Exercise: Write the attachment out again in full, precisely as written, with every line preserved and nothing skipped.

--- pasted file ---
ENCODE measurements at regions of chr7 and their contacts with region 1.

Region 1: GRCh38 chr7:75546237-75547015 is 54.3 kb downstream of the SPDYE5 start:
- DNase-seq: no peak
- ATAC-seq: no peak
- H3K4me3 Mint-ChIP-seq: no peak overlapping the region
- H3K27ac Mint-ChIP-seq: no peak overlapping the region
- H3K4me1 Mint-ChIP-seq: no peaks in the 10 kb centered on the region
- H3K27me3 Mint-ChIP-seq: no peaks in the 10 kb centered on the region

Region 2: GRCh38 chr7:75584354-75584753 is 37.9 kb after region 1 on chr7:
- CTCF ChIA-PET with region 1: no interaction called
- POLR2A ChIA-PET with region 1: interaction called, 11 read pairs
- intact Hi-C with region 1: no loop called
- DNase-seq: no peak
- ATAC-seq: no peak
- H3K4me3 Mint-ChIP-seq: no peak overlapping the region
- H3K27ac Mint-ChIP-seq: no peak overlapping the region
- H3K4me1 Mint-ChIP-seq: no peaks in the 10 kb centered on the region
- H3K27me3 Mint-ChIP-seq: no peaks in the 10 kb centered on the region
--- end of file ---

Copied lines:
ENCODE measurements at regions of chr7 and their contacts with region 1.

Region 1: GRCh38 chr7:75546237-75547015 is 54.3 kb downstream of the SPDYE5 start:
- DNase-seq: no peak
- ATAC-seq: no peak
- H3K4me3 Mint-ChIP-seq: no peak overlapping the region
- H3K27ac Mint-ChIP-seq: no peak overlapping the region
- H3K4me1 Mint-ChIP-seq: no peaks in the 10 kb centered on the region
- H3K27me3 Mint-ChIP-seq: no peaks in the 10 kb centered on the region

Region 2: GRCh38 chr7:75584354-75584753 is 37.9 kb after region 1 on chr7:
- CTCF ChIA-PET with region 1: no interaction called
- POLR2A ChIA-PET with region 1: interaction called, 11 read pairs
- intact Hi-C with region 1: no loop called
- DNase-seq: no peak
- ATAC-seq: no peak
- H3K4me3 Mint-ChIP-seq: no peak overlapping the region
- H3K27ac Mint-ChIP-seq: no peak overlapping the region
- H3K4me1 Mint-ChIP-seq: no peaks in the 10 kb centered on the region
- H3K27me3 Mint-ChIP-seq: no peaks in the 10 kb centered on the region